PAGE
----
There is now a choice for De Soto High School Students when it comes to masks during school. Story below and linked here:
Johnson County district makes masks optional for older students as COVID cases fall
In this March 31 photo, students at Wyandotte High School wear masks in a hallway. De Soto high school students will no longer be required to wear them. In this March 31 photo, students at Wyandotte High School wear masks in a hallway. De Soto high school students will no longer be required to wear them. Charlie Riedel Associated Press file photo
The De Soto school board on Monday unanimously agreed to make COVID-19 masks optional for high school students, effective Wednesday. The school district, like most others in Johnson County, has had a universal mask mandate since the school year began. But board members decided it was time to remove the mandate for high schoolers as COVID-19 cases decline. Masks will remain optional for high schoolers as long as the percentage of students needing to quarantine or isolate after being exposed to the virus remains below 4%. Otherwise, the mandate will be reinstated. Masks would then become optional again if that number drops below 2% for two consecutive weeks.
Johnson County’s health order requires schools that serve students as old as sixth grade to mandate masks. All public districts, except for Spring Hill, went beyond that order and implemented universal mask mandates. With masks optional for high schoolers, De Soto, in the northwest corner of the county, will continue to follow the county order and require face coverings in elementary and middle schools.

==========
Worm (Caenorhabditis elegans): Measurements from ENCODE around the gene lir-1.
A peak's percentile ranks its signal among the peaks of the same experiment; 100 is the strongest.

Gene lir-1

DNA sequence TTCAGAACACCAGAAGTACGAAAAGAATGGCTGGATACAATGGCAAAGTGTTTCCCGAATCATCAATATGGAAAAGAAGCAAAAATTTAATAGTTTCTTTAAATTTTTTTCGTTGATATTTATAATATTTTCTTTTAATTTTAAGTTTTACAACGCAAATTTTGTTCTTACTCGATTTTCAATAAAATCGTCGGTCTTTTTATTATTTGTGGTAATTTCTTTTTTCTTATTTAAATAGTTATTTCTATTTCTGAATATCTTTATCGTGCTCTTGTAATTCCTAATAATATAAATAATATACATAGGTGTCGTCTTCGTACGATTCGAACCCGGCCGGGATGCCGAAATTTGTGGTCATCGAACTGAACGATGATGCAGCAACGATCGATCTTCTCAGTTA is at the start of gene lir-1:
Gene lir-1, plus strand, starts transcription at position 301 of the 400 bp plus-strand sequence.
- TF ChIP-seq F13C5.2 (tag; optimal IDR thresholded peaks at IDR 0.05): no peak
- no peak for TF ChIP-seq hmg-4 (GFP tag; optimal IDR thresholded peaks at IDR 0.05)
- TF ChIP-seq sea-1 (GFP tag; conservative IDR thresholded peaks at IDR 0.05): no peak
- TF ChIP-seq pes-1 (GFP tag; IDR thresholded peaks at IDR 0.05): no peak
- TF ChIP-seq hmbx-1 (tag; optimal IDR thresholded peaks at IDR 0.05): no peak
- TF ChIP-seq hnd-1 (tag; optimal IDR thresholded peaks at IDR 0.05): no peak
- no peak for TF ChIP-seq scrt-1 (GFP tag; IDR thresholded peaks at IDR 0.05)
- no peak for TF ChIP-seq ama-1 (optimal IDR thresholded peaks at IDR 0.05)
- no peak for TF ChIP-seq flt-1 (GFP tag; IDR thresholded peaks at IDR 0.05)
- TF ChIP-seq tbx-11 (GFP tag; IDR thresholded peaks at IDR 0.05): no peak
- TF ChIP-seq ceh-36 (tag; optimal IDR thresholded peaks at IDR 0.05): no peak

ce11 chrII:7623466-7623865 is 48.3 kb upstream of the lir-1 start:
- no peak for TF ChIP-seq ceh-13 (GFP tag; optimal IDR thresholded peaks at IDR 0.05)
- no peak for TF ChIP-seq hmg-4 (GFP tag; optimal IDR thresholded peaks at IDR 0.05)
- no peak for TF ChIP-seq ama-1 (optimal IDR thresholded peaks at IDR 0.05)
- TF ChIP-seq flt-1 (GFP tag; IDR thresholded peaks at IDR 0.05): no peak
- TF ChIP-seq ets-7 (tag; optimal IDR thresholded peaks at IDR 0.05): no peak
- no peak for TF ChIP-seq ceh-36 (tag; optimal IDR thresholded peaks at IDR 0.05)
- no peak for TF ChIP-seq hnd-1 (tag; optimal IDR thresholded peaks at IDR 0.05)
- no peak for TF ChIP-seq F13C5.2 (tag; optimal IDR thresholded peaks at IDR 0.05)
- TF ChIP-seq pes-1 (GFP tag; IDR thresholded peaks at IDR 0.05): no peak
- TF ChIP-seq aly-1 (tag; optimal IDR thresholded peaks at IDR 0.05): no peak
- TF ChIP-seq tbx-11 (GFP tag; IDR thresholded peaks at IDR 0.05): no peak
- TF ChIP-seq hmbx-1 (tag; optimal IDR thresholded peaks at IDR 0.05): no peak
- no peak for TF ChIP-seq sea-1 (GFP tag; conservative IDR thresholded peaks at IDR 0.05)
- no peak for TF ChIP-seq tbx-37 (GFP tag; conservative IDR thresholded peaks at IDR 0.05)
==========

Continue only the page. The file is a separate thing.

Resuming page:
And due to federal regulations, high school students and staff must still wear masks on school buses. “The Board made the decision to make masks optional at the high school level in light of declining community spread of COVID-19, declining spread among students, and the high rate of vaccinations among high school-aged students and adults,” district officials said in a statement. The number of new COVID-19 cases has been steadily declining in Johnson County, after sharp peaks this summer. On Monday, the county reported an incidence rate — or the number of new cases per 100,000 people in the past seven days — of 91 per 100,000. That’s down from a rate of 191 per 100,000 on Sept. 16. The county has recently been downgraded from a “high” transmission area, per the Centers for Disease Control and Prevention’s guidance, to a “substantial” transmission area. At that level, the CDC continues to recommend everyone wear masks indoors in public. According to the district’s dashboard, 13 students were required to isolate after contracting the virus last week, and 17 students had to quarantine after being exposed to it.
De Soto also is moving toward a “test to stay and learn” policy, where the district will provide free, daily voluntary COVID-19 testing for all students and staff who are identified as close contacts of an exposure by the county health department. Students and staff will be allowed to remain in school, rather than quarantining, as long as they continue to test negative.